State of the States: Delaware

You can argue Delaware is the most anonymous state in the Union. The one people forget when listing the states. Rhode Island is the smallest, Wyoming the most sparse. This is the one they overlook. I’d suspect a good amount of Joe Biden supporters don’t remember what state he represented. He likes being called Scranton Joe after his birthplace. Which isn’t in Delaware. Geographically, it’s like Maryland has a moderate sized zit. You can barely find it on a map unless they do a close-up of that exact part of the Eastern Seaboard.

Few electoral strategies are based on securing the crucial 3 electoral votes. Democrats have won the state in every election since 1992, so nobody talks about it as a small swing state that could influence a close race like New Hampshire. The Delaware primary has never influenced a nomination. Except for Biden’s various attempts, the only Delawarean to run for president was Pete du Pont in 1988. Biden’s 2020 attempt was the first time a Delaware candidate lasted beyond New Hampshire. There were no Vice Presidents from Delaware until Biden.

Biden’s family moved to the Anonymous State in the early 1950s. The state had begun a stretch that would last over 50 years and 15 elections, where their presidential results would be within 8 points of the national popular vote each time, usually only a few points. That made Delaware both a swing state and very moderate one. When you hear about Biden’s moderate record as a young or merely middle-aged senator, or listen to his middle-of-the-road delivery now, it stems from this version of Delaware in which he cut his teeth.

Should Biden get inaugurated next January 20, having won on the strength of his appeal to moderate suburbanites, regardless of how the Trump campaign attempted to present him, he’ll be able to thank the state that made him.

2016 Results: Hillary Clinton 53.09%, Donald Trump 41.72%, Gary Johnson 3.32%, Jill Stein 1.37% (D+9)

This was a good result for Trump, the best a Republican did since 1996. Clinton won more populous New Castle County, but Trump took Kent (by 5) and Sussex (by 22) counties (Delaware has a whole 3 counties.)

2020 Polls: As you’d figure, Biden is running ahead of Hillary in his home state. The one semi-recent survey has him ahead by 21. That’s not that impressive. It’s D+14 compared to his national polls. While 5 points better than 2016, it’s a normal split for the past several elections. The other test will be if he can sweep the counties, which hasn’t happened since Bill Clinton in 1996. Given how pro-Trump Sussex was, it’s far from a sure thing.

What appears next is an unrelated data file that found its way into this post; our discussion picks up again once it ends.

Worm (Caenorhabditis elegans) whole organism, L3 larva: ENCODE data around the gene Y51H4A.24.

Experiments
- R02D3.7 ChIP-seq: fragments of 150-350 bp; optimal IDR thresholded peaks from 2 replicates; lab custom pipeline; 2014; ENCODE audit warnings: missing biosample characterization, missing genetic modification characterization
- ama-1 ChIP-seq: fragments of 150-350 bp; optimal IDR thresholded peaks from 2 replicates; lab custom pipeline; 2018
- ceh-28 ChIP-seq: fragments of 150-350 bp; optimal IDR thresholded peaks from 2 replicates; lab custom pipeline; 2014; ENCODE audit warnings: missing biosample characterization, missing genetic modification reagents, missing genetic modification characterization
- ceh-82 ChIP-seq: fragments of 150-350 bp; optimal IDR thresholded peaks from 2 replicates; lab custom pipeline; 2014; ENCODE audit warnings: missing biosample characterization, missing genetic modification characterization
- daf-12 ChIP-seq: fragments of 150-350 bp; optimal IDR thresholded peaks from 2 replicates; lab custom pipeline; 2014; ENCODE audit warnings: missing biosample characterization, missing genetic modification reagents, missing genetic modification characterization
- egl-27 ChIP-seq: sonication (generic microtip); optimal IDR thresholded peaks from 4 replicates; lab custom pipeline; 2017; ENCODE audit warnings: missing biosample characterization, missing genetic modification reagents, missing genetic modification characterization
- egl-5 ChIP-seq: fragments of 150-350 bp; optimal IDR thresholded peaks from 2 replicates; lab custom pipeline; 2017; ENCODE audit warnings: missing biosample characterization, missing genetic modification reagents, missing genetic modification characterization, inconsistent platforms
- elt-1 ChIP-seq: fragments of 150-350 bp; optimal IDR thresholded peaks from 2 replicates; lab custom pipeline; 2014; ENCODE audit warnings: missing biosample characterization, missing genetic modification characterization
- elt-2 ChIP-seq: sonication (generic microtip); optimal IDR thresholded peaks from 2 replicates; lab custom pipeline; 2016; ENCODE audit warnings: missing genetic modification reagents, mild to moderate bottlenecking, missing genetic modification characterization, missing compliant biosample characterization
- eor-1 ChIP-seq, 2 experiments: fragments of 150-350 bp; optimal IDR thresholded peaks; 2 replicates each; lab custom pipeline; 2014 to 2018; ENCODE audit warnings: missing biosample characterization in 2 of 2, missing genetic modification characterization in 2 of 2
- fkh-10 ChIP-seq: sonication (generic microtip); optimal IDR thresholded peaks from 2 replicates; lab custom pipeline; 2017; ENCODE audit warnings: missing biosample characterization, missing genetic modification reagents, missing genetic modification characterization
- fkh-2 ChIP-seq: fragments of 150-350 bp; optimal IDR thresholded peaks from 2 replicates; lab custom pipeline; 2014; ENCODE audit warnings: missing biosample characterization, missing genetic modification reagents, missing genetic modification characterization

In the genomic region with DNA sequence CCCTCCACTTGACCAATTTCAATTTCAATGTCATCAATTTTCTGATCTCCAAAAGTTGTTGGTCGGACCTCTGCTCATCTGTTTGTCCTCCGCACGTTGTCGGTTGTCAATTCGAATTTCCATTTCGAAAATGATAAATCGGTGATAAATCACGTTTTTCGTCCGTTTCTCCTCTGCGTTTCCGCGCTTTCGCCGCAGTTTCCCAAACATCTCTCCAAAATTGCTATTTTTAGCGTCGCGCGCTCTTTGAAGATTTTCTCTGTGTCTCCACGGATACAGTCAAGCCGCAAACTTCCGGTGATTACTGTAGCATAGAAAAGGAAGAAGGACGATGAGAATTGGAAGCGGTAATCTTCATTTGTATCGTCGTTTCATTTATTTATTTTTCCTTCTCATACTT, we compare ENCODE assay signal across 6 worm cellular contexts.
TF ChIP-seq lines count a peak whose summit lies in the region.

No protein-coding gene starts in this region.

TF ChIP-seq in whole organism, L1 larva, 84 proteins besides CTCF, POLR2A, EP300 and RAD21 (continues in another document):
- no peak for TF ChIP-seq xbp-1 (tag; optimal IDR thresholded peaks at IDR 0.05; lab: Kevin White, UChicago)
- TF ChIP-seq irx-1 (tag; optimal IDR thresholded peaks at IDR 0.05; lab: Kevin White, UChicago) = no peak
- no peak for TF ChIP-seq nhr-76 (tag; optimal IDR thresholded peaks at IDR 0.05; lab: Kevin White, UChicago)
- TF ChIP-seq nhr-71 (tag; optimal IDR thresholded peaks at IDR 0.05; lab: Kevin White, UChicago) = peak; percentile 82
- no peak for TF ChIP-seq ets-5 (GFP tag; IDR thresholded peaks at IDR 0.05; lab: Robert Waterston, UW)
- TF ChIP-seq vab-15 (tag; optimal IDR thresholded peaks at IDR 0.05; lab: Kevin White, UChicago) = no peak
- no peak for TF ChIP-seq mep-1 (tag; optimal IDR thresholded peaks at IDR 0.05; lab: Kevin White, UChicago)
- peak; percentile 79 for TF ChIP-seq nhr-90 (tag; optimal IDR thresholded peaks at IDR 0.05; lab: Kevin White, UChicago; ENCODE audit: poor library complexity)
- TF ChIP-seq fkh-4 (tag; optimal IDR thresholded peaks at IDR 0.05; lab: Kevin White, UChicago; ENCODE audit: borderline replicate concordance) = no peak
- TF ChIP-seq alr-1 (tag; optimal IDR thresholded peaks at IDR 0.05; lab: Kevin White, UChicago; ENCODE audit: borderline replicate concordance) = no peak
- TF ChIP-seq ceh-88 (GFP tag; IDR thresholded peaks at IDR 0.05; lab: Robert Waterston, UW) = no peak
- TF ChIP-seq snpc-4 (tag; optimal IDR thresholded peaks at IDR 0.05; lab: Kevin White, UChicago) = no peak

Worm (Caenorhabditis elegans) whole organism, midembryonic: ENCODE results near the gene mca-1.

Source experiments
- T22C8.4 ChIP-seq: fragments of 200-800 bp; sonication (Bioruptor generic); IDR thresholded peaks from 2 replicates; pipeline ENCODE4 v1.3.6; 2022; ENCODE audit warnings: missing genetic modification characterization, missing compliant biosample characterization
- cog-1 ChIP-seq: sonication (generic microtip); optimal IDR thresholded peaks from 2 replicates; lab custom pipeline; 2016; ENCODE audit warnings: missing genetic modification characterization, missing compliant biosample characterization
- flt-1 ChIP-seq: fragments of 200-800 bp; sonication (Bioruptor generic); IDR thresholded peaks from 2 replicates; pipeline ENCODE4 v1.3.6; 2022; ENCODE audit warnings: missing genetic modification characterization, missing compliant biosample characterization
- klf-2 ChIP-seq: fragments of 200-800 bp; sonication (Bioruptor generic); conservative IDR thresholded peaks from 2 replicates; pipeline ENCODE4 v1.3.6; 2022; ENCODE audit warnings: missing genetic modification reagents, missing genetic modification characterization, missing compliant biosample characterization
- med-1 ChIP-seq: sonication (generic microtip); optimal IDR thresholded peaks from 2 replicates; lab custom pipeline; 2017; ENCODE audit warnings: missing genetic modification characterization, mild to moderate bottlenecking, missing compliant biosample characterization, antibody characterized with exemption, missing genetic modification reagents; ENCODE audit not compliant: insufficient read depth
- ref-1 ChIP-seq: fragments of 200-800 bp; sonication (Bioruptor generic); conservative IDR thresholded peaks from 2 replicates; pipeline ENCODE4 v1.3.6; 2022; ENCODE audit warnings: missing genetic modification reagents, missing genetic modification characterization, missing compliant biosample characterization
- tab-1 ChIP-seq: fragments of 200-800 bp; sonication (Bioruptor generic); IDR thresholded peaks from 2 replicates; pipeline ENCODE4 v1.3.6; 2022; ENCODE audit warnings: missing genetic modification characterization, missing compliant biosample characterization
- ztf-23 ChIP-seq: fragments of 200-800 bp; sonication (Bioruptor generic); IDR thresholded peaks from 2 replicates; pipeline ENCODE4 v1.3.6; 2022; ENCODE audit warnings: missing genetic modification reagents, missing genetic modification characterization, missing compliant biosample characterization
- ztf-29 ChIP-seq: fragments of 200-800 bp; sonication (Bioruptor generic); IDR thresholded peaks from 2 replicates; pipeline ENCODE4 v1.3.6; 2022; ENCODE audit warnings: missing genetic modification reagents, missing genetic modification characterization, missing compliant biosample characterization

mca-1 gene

Key Historical Shifts: Delaware’s one claim to fame is being the first state to ratify the Constitution. This made the state a great fit for the Federalist Party. After two uncontested terms for George Washington, Delaware supported the Federalists as long as there were Federalists. Between that final election in 1816, and becoming a blue state in the 1990s, the state was in play for almost 200 years.

Phase One (1796-1816): Like most states, Delaware didn’t use popular voting for electors at first. For this whole stretch, as the Federalists went from the majority party to a distinct minority, Delaware picked their candidate each year.

Phase Two (1820-1828): The only non-contested, non-Washington election in U.S. history was 1820. Delaware had no choice, so they held their nose and gave their electoral votes to James Monroe, a member of the Jefferson-Madison political tree. In 1824, there were several candidates. John Quincy Adams, the closest thing to a Federalist (and son of a Federalist president) got 1 electoral vote. William Crawford of Georgia got 2. Then in 1828, Adams got the nod over Andrew Jackson.

Phase Three (1832-1852): The Whig party wound up taking the place of the Federalists, but it wasn’t the same thing. In the next couple elections, there were multiple Whig candidates in the same general election. The Federalists were unified, but too sectional to compete. The Whigs were more successful, but often moving in multiple directions at once. The 1832 election was also the first to do a popular vote (with selected white male participants.)